The epsom salts that I have are fairly finely ground, and he pretty much just ignored it altogether. He's been fixated on this single sunken pellet for at least 10-15 minutes now...having trouble breaking it up, I think..but he's persistent and continually trying.

(and by the way, thank you for all this help, I seriously appreciate it)

also, if this is caused/worsened by 'airgulping' when he ate his food, should I be concerned about him going to the top and taking air/"swallowing" airbubbles caused by the filter?
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Old 01-23-2008, 04:44 PM   #15
 
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Quote:
Originally Posted by rae3988
I sank a pellet of food and he's been pretty preoccupied with trying to stay down there and trying to eat it (which has at least solidified the swim bladder theory/reality)


Besides feeding sinking foods, is there anything else I could do/any idea of how long this could take? If I just changed 100% of the water yesterday because I switched tanks, should I still change another 50% or do less or not at all (because of bacterias)

The epsom salts that I have are fairly finely ground, and he pretty much just ignored it altogether. He's been fixated on this single sunken pellet for at least 10-15 minutes now...having trouble breaking it up, I think..but he's persistent and continually trying.

(and by the way, thank you for all this help, I seriously appreciate it)

also, if this is caused/worsened by 'airgulping' when he ate his food, should I be concerned about him going to the top and taking air/"swallowing" airbubbles caused by the filter?

Anytime a fancy goldfish is gulping air from the surface there is reason for concern. Typically they do this when there isn't enough oxygen in the water and when ammonia levels begin to rise. If you cnaged 100% of his water when you moved him, it is very likely that his entire system has gone through a phase of shock from the drasitc change in conditions. Most fish can adjust to slow and gradual changes, but fast ones are usually deadly. Because this new tank is uncycled and he is struggling, and the change that was made was so drastic, yes, the 50% every day will help a lot. When you do this don't clean the gravel or filter media, just take water from the top and replace it with room temp water that is cleaned and dosed properly with water conditioner. If you can find epsom salts that are a bit larger, that may help get him to eat a few. Also, even for food, if you can find decorations up high for the food to fall on, he won't have such a struggle to get to it and maintain his place while eating it.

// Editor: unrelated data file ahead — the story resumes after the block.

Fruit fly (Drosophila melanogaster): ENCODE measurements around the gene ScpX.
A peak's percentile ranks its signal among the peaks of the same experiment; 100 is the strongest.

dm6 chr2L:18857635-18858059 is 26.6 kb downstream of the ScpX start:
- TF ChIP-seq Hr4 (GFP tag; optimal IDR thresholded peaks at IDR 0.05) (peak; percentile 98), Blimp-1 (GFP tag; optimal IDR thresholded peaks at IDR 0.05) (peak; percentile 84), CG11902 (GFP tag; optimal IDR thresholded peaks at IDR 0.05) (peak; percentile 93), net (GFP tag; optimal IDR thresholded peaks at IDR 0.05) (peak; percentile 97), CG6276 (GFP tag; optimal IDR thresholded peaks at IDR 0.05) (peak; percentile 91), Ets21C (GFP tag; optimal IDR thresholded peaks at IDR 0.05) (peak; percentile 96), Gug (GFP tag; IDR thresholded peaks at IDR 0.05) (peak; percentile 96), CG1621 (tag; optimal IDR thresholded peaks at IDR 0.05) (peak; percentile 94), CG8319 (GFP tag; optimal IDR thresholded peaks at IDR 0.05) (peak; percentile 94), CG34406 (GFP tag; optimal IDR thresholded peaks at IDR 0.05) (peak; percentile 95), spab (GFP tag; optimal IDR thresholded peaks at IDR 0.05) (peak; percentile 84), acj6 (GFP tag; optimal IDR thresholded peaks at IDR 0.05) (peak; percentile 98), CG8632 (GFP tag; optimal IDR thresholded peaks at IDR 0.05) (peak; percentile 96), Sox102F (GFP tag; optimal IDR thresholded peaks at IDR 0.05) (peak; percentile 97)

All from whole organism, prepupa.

I'll do what I can to help you through this, but I make no promises to his chances of survival or recovery. It still sounds to me like he suffered some type of shock that affected the central nervous system, and for that there is no treatment. If things get too bad with something like that I will usually suggest euthenasia because it's the most humane thing to do. Keep trying. Diligence, persistance, love... they go a long way!
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Old 01-23-2008, 06:50 PM   #16
 
His shaking has drastically diminished...but now he's a lot quieter overall. About 80% of the time it seems "back to normal" and the other 20% is split between occasional shakes and periods of very quiet.

He stays near the bottom a lot more, but he's not struggling to stay down.

Just making sure, so I should do the 50% change today (24 hours after the total change)?
I can't believe I was stupid enough to do a total change...

I'm watching him a lot of the time I'm in my room (and haven't done any work) and worry/think about him when I'm not here...I'm nervous that things are going to seem worse at night, again. Could that part (how things seem worse or weirder at night) be mostly my imagination/exhaustion talking?